Diane Cook and Imbolo Mbue


THE NEW WILDERNESS AND HOW BEAUTIFUL WE WERE

Two authors explore a future affected by environmental exploitation. In Diane Cook's novel, a lament for our alienation from nature and a deeply humane portrayal of motherhood, Bea's five-year-old daughter, Agnes, is slowly wasting away. The smog and pollution of the over-developed, over-populated metropolis they call home is ravaging her lungs. Bea knows she cannot stay in the city, but there is only one alternative:The New Wilderness.


Imbolo Mbue’s How Beautiful We Were, set in the fictional African village of Kosawa, tells the story of a people living in fear amidst environmental degradation imposed by an American oil company. Told through the perspective of a generation of children and the family of a girl named Thula, it explores what happens when the reckless drive for profit, coupled with the ghost of colonialism, confronts one community’s determination to preserve its ancestral land.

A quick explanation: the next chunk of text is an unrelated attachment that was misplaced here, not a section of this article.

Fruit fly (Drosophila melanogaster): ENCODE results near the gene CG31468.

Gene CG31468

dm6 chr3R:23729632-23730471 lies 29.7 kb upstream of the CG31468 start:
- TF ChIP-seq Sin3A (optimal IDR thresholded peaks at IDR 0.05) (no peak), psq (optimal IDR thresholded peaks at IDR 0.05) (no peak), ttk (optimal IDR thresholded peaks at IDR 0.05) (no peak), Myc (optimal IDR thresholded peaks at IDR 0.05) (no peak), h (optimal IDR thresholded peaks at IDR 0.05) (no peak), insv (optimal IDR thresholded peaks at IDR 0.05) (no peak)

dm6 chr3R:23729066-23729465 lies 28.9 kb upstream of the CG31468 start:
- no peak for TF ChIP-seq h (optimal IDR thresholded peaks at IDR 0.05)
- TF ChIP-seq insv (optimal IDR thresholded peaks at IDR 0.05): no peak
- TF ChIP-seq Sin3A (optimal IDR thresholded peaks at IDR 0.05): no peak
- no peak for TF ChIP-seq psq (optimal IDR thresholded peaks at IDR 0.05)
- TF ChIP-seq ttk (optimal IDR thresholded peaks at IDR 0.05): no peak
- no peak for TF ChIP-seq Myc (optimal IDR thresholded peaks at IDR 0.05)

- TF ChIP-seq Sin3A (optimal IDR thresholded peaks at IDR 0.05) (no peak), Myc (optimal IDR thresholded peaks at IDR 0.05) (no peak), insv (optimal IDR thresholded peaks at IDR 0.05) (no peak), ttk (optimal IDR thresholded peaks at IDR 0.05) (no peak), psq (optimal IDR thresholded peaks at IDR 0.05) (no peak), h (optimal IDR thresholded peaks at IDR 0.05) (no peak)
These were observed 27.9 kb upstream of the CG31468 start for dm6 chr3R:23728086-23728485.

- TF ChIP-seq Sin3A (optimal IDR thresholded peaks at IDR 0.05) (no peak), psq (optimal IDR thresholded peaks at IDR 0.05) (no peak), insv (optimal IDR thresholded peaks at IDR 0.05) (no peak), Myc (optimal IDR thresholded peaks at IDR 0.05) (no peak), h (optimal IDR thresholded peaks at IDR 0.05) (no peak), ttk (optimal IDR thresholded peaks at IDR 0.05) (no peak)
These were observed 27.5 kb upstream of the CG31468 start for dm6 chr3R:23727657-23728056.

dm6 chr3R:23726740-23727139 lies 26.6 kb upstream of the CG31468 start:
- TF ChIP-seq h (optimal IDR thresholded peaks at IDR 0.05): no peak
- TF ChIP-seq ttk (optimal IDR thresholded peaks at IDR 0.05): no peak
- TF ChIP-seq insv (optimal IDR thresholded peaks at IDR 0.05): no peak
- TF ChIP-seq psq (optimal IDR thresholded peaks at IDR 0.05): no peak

Imbolo Mbue's Behold the Dreamers won the PEN/Faulkner Award for Fiction.


Diane Cook's collection of short stories, Man v. Nature, was shortlisted for the Guardian First Book Award and the L.A. Times Book Prize.